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Analysis: Could Libya split along tribal lines?

By Shashank Joshi, Special to CNN
The rebel army, fighting against Moammar Gadhafi's rule, is made up of dozens of tribes.
The rebel army, fighting against Moammar Gadhafi's rule, is made up of dozens of tribes.
  • Libya has 140 tribes but only a couple of dozen are politically consequential
  • One of the NTC's challenges is to equally redistribute Libya's oil revenues
  • The NTC will be forced to make messy compromises for the sake of stability

Editor's note: Shashank Joshi is a doctoral student of international relations at Harvard University and an Associate Fellow at the Royal United Services Institute (RUSI) in London.

London (CNN) -- Libya's fledgling National Transitional Council (NTC) -- a Benghazi-based political grouping of anti-Gadhafi rebels -- stands on the cusp of power.

But are skeptics justified in arguing that the NTC is incapable of holding together serious tribal and regional divisions to the point where political order will simply collapse?

Consider the tribal question first. This requires some nuance. Libya has roughly 140 tribes and clans, and some traverse the country's borders with Egypt and Tunisia. But only a couple of dozen tribes are politically consequential.

Moreover, decades of urbanization have seen a dilution in tribal identity to the point where many in a large city like Tripoli would see little political significance in their membership.

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Gadhafi's own tribe, the Qadadfa, is small -- only 100,000 strong -- and concentrated in Sirte, which might explain why the town appears to remain in government hands.

But the regime was built with the co-operation of other groupings, including the Warfalla, Magarha, Warshafana and Tarhuna. Parts of these tribes have enjoyed long-standing government largesse and are consequently resented by those with less access to patronage.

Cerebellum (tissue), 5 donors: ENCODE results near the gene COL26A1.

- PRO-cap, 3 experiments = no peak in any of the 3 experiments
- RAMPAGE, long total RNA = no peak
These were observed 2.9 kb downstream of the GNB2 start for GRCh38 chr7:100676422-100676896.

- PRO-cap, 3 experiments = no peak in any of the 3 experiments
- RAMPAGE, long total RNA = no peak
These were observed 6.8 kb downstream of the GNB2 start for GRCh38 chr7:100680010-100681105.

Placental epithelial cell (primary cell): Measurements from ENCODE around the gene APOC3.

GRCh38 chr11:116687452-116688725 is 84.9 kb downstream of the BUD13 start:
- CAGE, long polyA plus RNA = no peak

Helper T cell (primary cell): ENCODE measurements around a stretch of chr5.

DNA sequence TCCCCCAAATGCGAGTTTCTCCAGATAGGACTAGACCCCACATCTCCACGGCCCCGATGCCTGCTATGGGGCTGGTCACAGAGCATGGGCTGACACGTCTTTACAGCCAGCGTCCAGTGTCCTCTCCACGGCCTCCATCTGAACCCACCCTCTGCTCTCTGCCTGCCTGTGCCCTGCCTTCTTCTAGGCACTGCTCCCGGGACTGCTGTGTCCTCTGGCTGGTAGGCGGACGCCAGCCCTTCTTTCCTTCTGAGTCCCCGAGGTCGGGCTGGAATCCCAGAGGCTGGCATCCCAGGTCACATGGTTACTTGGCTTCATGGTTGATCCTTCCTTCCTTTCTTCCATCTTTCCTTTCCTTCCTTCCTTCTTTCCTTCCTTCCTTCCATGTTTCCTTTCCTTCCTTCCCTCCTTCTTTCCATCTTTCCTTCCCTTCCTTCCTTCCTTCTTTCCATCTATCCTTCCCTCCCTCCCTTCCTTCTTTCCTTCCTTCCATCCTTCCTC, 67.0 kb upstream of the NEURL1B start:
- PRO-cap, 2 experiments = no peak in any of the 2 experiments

One of the NTC's greatest challenges is building institutions that can redistribute Libya's oil revenues in equitable fashion without giving the appearance of state-sponsored retribution.

The reaction to the death of rebel leader Abdul Fattah Younes hints at the instability that could result if grievances sharpen -- members of his tribe, the Obeidi, were furious at the NTC's perceived role in his death and responded with armed checkpoints and overt threats.

If similar problems arise without the common objective of regime change to hold the coalition together then that muscle flexing could escalate into something more corrosive to the rule of law.

It is important, however, to note that this does not mean an insurgency is probable. Much depends on the inclusiveness and sensitivity with which the NTC assumes the reigns of government.

Senior members of the NTC -- including Mahmoud Jibril, the presumptive prime minister in waiting -- have every incentive to tread carefully.

Lastly, is the revolution vulnerable to hijacking by Islamists? This is almost certainly an exaggerated fear.

Islamists are more prevalent than has been reported, in part because the NTC was afraid of alienating its international partners. This should not be surprising given the history of Islamist militants in eastern Libya and their participation in foreign wars. It should be admitted that we know little about their precise composition but it is alarmist to compare them to their battle-hardened Afghan counterparts.

They could take issue with some aspects of the pluralism envisaged by the NTC's draft constitution but even that liberal document promises that sharia, or Islamic jurisprudence, will be "the principal source of legislation."

In the short-term, the NTC will be forced to make messy compromises for the sake of political stability -- it must protect those parts of the population that may have assisted or tolerated Gadhafi's soldiers and empower those western Libyan fighters who bore the brunt of the war's fighting.

But over time, only a pluralistic and flexible constitutional order will be able to channel these political forces.

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